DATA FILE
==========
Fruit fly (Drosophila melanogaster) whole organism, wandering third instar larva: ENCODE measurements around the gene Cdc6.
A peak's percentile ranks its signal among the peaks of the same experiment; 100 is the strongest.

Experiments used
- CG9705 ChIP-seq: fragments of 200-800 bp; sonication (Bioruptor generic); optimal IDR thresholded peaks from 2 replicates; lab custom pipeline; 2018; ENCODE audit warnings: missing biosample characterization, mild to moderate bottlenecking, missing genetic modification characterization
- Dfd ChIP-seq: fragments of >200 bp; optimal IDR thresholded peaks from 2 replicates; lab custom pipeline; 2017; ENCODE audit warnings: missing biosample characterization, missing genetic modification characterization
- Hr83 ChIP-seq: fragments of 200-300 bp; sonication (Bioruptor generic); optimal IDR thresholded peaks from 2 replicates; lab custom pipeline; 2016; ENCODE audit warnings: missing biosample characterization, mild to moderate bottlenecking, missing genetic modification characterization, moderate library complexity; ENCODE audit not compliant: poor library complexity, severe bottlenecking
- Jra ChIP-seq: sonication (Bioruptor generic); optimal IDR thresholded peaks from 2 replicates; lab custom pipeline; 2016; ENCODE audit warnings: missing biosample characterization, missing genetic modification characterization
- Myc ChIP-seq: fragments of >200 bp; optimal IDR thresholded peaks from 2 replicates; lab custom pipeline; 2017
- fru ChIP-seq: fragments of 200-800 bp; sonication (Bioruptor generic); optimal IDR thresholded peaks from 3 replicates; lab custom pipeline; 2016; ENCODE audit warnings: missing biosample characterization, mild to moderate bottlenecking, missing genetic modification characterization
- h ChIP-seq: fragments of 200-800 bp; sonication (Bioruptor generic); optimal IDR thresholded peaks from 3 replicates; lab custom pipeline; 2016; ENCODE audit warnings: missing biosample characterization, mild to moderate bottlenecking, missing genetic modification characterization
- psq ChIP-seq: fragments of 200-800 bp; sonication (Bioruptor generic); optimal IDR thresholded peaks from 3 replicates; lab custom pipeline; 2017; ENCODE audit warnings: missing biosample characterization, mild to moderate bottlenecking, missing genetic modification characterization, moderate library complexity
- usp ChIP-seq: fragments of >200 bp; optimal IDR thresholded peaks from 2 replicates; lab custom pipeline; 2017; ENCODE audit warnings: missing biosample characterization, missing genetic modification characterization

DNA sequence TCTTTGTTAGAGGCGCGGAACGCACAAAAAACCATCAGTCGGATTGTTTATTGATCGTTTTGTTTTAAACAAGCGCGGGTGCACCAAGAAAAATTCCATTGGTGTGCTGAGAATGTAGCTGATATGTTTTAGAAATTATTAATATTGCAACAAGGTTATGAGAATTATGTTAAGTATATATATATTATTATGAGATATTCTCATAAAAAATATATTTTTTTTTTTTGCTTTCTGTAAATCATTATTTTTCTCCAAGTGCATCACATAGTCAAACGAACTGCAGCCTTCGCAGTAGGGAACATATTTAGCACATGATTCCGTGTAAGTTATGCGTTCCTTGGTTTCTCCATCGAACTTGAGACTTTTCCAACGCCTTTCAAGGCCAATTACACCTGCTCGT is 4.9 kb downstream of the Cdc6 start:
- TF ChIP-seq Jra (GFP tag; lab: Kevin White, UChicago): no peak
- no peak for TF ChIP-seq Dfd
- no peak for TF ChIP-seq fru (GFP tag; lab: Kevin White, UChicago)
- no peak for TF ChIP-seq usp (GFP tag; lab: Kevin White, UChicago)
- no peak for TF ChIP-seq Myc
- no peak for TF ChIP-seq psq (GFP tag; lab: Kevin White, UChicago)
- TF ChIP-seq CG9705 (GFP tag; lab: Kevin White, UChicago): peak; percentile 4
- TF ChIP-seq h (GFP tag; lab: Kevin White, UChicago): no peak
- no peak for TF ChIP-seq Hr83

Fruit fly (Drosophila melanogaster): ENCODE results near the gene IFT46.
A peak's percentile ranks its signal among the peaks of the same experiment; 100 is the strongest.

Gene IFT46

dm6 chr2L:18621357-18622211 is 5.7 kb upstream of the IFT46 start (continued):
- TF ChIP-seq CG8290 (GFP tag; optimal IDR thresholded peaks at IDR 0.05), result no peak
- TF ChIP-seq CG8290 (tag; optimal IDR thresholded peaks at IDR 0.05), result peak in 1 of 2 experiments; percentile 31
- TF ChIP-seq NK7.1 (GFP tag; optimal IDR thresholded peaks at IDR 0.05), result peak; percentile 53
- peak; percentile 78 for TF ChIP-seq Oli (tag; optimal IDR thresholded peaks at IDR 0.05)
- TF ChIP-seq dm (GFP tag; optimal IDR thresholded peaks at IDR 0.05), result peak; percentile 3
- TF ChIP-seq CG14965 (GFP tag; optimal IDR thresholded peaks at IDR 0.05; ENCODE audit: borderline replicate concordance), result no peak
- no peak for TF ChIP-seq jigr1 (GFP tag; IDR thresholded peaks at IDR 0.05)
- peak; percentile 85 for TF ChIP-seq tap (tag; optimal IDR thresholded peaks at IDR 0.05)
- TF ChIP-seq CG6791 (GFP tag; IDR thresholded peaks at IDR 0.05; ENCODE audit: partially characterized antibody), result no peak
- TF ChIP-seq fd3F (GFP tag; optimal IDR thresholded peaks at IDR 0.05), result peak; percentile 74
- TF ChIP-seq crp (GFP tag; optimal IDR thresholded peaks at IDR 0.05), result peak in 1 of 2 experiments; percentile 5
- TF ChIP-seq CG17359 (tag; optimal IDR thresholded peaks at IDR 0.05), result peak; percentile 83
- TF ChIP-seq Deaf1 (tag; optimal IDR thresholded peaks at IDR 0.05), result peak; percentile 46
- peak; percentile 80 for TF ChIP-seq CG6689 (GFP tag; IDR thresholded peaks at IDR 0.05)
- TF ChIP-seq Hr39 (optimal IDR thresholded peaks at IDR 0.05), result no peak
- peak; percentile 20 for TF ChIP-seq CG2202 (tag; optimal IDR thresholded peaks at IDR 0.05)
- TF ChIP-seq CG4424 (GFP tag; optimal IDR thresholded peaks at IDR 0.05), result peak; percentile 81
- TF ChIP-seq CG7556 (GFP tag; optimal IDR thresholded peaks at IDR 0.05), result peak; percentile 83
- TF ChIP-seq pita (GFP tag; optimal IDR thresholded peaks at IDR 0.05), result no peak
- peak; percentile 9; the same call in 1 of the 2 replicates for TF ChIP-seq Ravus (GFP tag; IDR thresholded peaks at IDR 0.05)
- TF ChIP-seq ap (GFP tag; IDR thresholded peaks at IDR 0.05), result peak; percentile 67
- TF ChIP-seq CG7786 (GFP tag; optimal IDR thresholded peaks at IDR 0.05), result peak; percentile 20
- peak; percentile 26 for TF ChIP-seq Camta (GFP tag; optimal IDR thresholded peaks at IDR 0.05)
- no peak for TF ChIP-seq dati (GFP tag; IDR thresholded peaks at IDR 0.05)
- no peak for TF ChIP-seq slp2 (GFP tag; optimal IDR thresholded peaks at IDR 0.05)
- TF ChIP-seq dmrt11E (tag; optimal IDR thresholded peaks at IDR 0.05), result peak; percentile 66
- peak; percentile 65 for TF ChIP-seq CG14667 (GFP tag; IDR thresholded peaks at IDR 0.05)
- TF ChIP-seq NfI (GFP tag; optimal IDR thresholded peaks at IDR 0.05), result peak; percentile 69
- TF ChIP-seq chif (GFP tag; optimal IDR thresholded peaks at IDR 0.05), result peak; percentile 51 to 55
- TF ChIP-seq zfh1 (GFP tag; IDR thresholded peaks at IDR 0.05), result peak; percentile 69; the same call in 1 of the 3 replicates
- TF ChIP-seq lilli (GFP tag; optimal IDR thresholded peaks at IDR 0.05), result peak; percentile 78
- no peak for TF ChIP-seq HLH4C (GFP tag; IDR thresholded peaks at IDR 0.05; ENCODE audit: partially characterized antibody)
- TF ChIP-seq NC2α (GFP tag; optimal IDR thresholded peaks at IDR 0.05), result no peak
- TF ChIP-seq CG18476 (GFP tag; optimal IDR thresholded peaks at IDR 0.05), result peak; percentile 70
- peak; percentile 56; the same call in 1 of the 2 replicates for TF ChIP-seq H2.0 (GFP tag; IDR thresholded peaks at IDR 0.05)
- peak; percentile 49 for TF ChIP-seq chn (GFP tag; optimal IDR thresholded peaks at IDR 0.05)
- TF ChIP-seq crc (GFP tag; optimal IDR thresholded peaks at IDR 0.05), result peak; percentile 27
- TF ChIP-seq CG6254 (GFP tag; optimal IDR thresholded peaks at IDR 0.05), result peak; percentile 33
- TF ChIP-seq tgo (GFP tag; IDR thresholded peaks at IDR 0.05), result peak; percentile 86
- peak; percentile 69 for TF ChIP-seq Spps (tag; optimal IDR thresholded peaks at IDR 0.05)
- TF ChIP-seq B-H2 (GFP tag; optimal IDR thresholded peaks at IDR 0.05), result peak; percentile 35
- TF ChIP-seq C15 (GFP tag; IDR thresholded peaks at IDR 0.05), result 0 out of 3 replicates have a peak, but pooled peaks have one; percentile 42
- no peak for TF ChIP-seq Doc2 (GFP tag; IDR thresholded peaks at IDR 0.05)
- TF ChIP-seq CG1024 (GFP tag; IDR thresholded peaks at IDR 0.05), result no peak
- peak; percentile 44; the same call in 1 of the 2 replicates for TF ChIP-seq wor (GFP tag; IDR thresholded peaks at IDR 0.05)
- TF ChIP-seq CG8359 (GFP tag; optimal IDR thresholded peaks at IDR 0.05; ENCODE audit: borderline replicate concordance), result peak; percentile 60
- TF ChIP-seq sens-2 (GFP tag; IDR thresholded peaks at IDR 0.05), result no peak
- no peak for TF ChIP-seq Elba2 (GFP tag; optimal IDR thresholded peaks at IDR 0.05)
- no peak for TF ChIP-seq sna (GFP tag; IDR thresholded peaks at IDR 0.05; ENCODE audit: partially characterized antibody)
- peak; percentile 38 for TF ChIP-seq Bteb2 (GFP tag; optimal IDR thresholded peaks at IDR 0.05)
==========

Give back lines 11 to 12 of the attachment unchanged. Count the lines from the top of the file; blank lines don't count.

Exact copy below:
- psq ChIP-seq: fragments of 200-800 bp; sonication (Bioruptor generic); optimal IDR thresholded peaks from 3 replicates; lab custom pipeline; 2017; ENCODE audit warnings: missing biosample characterization, mild to moderate bottlenecking, missing genetic modification characterization, moderate library complexity
- usp ChIP-seq: fragments of >200 bp; optimal IDR thresholded peaks from 2 replicates; lab custom pipeline; 2017; ENCODE audit warnings: missing biosample characterization, missing genetic modification characterization